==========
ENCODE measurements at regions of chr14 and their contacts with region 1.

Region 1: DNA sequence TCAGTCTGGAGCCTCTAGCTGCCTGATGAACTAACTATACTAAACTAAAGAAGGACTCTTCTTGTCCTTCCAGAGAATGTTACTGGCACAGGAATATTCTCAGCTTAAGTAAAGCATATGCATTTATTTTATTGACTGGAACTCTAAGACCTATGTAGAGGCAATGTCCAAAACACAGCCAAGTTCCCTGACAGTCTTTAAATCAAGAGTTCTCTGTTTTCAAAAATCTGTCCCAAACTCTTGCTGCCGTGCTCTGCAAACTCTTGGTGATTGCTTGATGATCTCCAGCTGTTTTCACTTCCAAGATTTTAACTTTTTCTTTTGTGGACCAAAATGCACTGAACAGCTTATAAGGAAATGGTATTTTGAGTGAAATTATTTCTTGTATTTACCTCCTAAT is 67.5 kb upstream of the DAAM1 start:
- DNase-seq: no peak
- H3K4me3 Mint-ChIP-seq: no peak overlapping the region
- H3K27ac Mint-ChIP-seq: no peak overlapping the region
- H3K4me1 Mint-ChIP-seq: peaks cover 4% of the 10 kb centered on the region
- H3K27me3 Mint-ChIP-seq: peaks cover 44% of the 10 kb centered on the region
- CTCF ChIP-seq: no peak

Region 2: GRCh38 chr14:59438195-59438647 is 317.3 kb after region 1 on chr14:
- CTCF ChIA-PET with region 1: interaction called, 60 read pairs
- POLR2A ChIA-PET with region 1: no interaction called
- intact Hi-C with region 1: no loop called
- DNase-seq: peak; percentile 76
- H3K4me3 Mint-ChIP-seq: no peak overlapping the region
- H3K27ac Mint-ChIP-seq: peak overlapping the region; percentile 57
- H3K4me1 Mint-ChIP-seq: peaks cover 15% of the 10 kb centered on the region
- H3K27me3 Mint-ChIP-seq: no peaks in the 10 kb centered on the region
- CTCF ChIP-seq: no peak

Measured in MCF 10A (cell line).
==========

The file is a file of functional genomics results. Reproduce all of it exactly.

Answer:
ENCODE measurements at regions of chr14 and their contacts with region 1.

Region 1: DNA sequence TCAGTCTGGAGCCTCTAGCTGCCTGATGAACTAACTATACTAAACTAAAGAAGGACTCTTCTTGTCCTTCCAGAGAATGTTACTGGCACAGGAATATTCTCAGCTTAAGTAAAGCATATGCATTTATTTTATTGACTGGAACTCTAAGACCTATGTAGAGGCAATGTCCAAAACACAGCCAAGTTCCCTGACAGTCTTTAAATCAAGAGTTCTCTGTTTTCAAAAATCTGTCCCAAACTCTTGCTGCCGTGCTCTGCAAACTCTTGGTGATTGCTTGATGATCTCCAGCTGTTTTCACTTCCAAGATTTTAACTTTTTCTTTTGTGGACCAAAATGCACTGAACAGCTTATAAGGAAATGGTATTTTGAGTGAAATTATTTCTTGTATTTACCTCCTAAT is 67.5 kb upstream of the DAAM1 start:
- DNase-seq: no peak
- H3K4me3 Mint-ChIP-seq: no peak overlapping the region
- H3K27ac Mint-ChIP-seq: no peak overlapping the region
- H3K4me1 Mint-ChIP-seq: peaks cover 4% of the 10 kb centered on the region
- H3K27me3 Mint-ChIP-seq: peaks cover 44% of the 10 kb centered on the region
- CTCF ChIP-seq: no peak

Region 2: GRCh38 chr14:59438195-59438647 is 317.3 kb after region 1 on chr14:
- CTCF ChIA-PET with region 1: interaction called, 60 read pairs
- POLR2A ChIA-PET with region 1: no interaction called
- intact Hi-C with region 1: no loop called
- DNase-seq: peak; percentile 76
- H3K4me3 Mint-ChIP-seq: no peak overlapping the region
- H3K27ac Mint-ChIP-seq: peak overlapping the region; percentile 57
- H3K4me1 Mint-ChIP-seq: peaks cover 15% of the 10 kb centered on the region
- H3K27me3 Mint-ChIP-seq: no peaks in the 10 kb centered on the region
- CTCF ChIP-seq: no peak

Measured in MCF 10A (cell line).